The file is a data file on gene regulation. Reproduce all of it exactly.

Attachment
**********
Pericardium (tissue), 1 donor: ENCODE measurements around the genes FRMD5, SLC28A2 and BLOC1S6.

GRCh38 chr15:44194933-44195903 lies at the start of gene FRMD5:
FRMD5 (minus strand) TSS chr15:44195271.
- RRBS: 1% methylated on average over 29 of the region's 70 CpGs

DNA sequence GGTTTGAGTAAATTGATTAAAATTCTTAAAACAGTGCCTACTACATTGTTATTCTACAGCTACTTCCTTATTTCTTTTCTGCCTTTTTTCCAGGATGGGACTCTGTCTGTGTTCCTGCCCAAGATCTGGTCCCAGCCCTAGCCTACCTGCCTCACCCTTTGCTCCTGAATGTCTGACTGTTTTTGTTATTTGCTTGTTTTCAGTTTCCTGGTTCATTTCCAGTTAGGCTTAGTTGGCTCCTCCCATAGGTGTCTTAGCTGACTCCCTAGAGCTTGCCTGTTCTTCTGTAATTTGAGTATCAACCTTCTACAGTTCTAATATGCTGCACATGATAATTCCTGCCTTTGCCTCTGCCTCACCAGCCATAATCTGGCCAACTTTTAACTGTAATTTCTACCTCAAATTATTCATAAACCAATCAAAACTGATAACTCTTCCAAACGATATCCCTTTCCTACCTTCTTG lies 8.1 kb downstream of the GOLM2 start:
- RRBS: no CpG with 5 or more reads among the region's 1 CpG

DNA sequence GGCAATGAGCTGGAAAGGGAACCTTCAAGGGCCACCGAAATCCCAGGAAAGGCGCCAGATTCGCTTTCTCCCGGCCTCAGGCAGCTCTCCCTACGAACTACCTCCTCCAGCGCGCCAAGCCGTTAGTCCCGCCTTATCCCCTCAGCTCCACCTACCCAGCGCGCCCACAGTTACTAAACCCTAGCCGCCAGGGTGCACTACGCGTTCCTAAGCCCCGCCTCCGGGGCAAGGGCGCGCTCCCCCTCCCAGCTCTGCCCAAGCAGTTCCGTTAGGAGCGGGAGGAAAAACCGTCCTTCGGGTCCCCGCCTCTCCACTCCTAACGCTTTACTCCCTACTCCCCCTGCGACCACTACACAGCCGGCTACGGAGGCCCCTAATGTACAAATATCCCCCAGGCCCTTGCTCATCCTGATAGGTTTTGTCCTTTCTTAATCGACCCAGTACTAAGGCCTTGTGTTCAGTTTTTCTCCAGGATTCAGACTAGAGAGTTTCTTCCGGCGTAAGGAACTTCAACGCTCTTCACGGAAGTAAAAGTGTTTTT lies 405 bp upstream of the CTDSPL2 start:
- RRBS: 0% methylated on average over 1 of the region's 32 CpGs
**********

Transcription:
Pericardium (tissue), 1 donor: ENCODE measurements around the genes FRMD5, SLC28A2 and BLOC1S6.

GRCh38 chr15:44194933-44195903 lies at the start of gene FRMD5:
FRMD5 (minus strand) TSS chr15:44195271.
- RRBS: 1% methylated on average over 29 of the region's 70 CpGs

DNA sequence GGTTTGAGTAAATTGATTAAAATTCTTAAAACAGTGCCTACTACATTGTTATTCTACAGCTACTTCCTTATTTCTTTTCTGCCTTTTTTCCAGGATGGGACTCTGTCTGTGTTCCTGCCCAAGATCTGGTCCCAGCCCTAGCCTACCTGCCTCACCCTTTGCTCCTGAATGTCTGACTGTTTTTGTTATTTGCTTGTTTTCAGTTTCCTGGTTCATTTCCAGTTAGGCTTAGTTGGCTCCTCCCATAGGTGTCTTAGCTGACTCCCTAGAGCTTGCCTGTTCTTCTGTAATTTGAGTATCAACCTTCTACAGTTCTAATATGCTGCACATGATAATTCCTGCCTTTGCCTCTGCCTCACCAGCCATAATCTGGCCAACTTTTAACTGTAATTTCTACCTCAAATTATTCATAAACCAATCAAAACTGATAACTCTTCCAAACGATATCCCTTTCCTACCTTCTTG lies 8.1 kb downstream of the GOLM2 start:
- RRBS: no CpG with 5 or more reads among the region's 1 CpG

DNA sequence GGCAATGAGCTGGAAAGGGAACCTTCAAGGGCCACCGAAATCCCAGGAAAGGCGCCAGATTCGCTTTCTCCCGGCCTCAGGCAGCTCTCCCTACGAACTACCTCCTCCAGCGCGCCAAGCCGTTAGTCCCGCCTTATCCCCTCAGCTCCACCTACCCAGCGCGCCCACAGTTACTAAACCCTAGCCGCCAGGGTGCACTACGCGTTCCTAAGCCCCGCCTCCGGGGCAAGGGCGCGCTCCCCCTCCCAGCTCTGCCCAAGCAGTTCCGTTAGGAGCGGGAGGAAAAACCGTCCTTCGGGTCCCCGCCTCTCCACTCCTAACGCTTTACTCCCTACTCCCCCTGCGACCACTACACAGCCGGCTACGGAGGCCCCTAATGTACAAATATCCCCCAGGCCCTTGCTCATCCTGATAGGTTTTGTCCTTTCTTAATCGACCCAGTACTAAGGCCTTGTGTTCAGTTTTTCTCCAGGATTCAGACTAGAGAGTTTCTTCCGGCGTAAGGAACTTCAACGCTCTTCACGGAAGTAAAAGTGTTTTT lies 405 bp upstream of the CTDSPL2 start:
- RRBS: 0% methylated on average over 1 of the region's 32 CpGs